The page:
South Africa: Budget shortfall puts independent schools under threat

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Msindisi Fengu

One of Gauteng’s best-performing independent schools may be forced to shut down next year.

This is because the Gauteng department of education, which has a R61 million budget shortfall, could not pay subsidies in full to more than 200 such schools this year.

Masibambane College, located in Orange Farm, has produced a 100% matric pass rate since 2013 and has assisted several underperforming schools in the area.

The college’s headmaster, Ernest Fingxa, said the department approved a subsidy of almost R10.3 million for 2018/19, but has paid only R7.7 million for the last three quarters, having promised to pay the remaining R2.6 million last month. The department disburses funds to schools in four tranches a year.

“To our surprise we were told that the last tranche would be cut by R790 000, but it has not been paid as we speak. If the situation remains as it is we will only survive January 2019. I do not know whether we will still be open in March,” Fingxa said.

His school has 39 teachers, who are paid from the subsidy and school fees.

We have seen letters to the department written by Fingxa and Reverend Roger Cameron, the Anglican Board of Education in Southern Africa CEO and council chairperson of Masibambane. Their pleas seem to have fallen on deaf ears.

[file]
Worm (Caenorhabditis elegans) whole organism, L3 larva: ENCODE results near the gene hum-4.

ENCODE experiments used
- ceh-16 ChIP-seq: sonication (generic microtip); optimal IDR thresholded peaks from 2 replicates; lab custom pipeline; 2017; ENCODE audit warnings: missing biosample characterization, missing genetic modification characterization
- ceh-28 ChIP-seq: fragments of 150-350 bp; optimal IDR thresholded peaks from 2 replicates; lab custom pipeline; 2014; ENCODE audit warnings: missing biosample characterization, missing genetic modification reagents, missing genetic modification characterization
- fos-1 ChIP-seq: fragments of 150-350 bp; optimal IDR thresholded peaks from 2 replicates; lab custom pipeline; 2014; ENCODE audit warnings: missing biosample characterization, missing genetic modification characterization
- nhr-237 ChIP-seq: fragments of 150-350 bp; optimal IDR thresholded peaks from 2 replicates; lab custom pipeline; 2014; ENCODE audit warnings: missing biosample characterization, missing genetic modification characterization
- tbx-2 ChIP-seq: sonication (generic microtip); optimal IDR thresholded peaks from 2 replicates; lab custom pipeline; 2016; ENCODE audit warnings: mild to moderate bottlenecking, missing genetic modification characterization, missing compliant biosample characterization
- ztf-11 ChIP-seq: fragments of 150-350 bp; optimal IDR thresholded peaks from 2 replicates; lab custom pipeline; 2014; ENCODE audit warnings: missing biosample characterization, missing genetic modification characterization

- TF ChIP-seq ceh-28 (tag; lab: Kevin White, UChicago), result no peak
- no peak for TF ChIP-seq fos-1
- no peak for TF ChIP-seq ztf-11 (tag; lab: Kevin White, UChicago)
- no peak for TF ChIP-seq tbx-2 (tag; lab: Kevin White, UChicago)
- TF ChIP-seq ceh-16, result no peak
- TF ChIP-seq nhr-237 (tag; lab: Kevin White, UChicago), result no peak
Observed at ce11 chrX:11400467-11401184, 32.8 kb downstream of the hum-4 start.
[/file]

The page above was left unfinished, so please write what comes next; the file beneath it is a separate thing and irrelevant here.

Gauteng education spokesperson Steve Mabona said the department had a R61 million budget shortfall which had to be taken from the R731 million approved budget for independent schools.

The shortfall, he said, resulted from an increase in the number of pupils moving to Gauteng from other provinces.

Last year, the department allocated just more than R691 million to independent schools.

In a letter to the Gauteng education department on October 25, Fingxa detailed how the school had also been able to help residents of the poor Johannesburg township.

“Masibambane College is running an aftercare programme for community pupils from different schools (Leshata, Aha-Thuto and Mphethi-Mahlatsi), who are unable to pay fees at Masibambane College,” he said.

Fingxa described the school as a “beacon of hope” and begged: “Please do not kill this hope and leave our pupils and parents destitute. Orange Farm is faced with the serious plight of poverty and socioeconomic challenges.”

In a letter sent to the department the following day, Cameron said any move to reduce the college’s subsidy would prejudice pupils and prevent them from receiving quality education.

“Masibambane does not have any large donors and is dependent on school fees and the subsidy to be sustainable. There is absolutely no excess in the school’s budget to allow it to recover the loss.

“It will enter next year with no money in the bank and the school will not be able to pay salaries in February/March 2019. The school will then close and at that stage the Gauteng Department of Education will need to find places for approximately 1 100 children.

“This will be multiplied by the many others who rely on subsidised independent schools.”

National education department spokesperson Elijah Mhlanga said: “Those independent schools that qualify for subsidy are provided with an indication of how much they are likely to receive next year and should plan accordingly. The economic conditions of the country come with making hard decisions and, as such, affect everybody and all the sectors.”

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